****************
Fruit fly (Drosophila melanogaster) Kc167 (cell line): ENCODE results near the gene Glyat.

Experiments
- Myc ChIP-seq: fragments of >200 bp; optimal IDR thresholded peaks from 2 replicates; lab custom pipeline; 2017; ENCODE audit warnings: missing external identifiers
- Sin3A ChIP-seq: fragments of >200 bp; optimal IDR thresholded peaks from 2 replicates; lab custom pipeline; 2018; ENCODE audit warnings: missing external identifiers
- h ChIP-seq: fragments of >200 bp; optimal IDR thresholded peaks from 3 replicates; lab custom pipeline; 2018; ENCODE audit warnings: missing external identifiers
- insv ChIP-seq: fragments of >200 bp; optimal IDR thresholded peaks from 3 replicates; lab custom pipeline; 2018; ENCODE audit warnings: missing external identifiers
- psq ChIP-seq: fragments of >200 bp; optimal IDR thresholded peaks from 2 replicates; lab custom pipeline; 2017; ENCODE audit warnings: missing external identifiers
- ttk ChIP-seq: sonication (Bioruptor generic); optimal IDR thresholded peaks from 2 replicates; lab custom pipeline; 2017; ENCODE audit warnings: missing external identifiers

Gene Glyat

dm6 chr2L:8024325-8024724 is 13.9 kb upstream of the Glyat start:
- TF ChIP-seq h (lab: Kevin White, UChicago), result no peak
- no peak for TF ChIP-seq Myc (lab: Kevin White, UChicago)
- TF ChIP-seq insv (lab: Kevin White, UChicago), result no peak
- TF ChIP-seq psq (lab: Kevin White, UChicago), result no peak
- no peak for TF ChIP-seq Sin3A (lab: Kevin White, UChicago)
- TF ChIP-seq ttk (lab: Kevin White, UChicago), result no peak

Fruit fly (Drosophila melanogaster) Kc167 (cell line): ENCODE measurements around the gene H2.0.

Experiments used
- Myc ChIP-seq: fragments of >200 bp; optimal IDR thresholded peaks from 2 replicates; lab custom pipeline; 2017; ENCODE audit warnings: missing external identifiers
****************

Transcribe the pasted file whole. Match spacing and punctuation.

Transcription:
Fruit fly (Drosophila melanogaster) Kc167 (cell line): ENCODE results near the gene Glyat.

Experiments
- Myc ChIP-seq: fragments of >200 bp; optimal IDR thresholded peaks from 2 replicates; lab custom pipeline; 2017; ENCODE audit warnings: missing external identifiers
- Sin3A ChIP-seq: fragments of >200 bp; optimal IDR thresholded peaks from 2 replicates; lab custom pipeline; 2018; ENCODE audit warnings: missing external identifiers
- h ChIP-seq: fragments of >200 bp; optimal IDR thresholded peaks from 3 replicates; lab custom pipeline; 2018; ENCODE audit warnings: missing external identifiers
- insv ChIP-seq: fragments of >200 bp; optimal IDR thresholded peaks from 3 replicates; lab custom pipeline; 2018; ENCODE audit warnings: missing external identifiers
- psq ChIP-seq: fragments of >200 bp; optimal IDR thresholded peaks from 2 replicates; lab custom pipeline; 2017; ENCODE audit warnings: missing external identifiers
- ttk ChIP-seq: sonication (Bioruptor generic); optimal IDR thresholded peaks from 2 replicates; lab custom pipeline; 2017; ENCODE audit warnings: missing external identifiers

Gene Glyat

dm6 chr2L:8024325-8024724 is 13.9 kb upstream of the Glyat start:
- TF ChIP-seq h (lab: Kevin White, UChicago), result no peak
- no peak for TF ChIP-seq Myc (lab: Kevin White, UChicago)
- TF ChIP-seq insv (lab: Kevin White, UChicago), result no peak
- TF ChIP-seq psq (lab: Kevin White, UChicago), result no peak
- no peak for TF ChIP-seq Sin3A (lab: Kevin White, UChicago)
- TF ChIP-seq ttk (lab: Kevin White, UChicago), result no peak

Fruit fly (Drosophila melanogaster) Kc167 (cell line): ENCODE measurements around the gene H2.0.

Experiments used
- Myc ChIP-seq: fragments of >200 bp; optimal IDR thresholded peaks from 2 replicates; lab custom pipeline; 2017; ENCODE audit warnings: missing external identifiers